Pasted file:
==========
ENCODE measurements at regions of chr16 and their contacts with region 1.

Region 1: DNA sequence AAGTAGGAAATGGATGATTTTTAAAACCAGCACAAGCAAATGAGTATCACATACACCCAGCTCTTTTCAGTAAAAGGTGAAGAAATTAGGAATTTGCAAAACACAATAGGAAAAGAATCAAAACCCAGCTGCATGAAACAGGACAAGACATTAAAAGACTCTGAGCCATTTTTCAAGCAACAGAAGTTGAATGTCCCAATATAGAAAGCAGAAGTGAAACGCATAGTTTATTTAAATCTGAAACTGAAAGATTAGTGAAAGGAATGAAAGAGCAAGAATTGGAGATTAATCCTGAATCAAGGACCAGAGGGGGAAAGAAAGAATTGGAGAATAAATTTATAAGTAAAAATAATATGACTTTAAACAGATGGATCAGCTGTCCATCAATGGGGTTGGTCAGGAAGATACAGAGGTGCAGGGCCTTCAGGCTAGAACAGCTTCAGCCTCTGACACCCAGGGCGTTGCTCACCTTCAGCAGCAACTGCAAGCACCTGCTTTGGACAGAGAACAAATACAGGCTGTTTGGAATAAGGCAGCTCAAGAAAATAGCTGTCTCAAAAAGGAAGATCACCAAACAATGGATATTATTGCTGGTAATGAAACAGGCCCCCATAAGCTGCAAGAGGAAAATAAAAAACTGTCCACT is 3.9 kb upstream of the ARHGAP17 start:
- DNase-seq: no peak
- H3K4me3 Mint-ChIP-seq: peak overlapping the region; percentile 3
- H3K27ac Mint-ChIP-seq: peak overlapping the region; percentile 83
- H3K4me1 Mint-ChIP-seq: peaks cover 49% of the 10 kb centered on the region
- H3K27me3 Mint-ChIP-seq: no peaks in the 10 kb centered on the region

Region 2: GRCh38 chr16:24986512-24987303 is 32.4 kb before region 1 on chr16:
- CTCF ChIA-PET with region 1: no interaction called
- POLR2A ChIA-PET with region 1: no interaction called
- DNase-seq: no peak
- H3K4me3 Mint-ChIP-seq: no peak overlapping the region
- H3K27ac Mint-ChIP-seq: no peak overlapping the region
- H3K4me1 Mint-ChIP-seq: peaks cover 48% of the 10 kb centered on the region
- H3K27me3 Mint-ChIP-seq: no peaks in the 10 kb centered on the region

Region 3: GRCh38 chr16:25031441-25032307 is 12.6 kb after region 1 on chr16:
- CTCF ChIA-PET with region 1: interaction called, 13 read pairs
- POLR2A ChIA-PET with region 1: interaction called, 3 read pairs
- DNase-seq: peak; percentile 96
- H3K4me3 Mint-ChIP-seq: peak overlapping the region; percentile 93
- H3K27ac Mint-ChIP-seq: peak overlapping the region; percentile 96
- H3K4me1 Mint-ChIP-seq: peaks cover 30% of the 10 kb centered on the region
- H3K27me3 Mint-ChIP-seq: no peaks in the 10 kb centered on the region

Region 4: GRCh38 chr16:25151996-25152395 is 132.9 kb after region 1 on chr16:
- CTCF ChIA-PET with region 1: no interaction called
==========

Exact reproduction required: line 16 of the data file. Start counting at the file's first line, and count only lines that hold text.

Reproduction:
Region 3: GRCh38 chr16:25031441-25032307 is 12.6 kb after region 1 on chr16: